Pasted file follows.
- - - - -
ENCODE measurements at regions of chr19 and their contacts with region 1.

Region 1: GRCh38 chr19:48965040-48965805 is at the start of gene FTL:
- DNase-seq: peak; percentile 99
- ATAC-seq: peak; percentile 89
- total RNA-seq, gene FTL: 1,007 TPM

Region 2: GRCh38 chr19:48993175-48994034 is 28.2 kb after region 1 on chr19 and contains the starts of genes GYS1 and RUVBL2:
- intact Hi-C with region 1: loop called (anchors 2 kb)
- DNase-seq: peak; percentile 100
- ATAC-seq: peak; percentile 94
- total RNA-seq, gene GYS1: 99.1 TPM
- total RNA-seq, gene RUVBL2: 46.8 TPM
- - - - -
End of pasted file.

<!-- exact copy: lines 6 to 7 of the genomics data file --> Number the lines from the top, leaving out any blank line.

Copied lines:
Region 2: GRCh38 chr19:48993175-48994034 is 28.2 kb after region 1 on chr19 and contains the starts of genes GYS1 and RUVBL2:
- intact Hi-C with region 1: loop called (anchors 2 kb)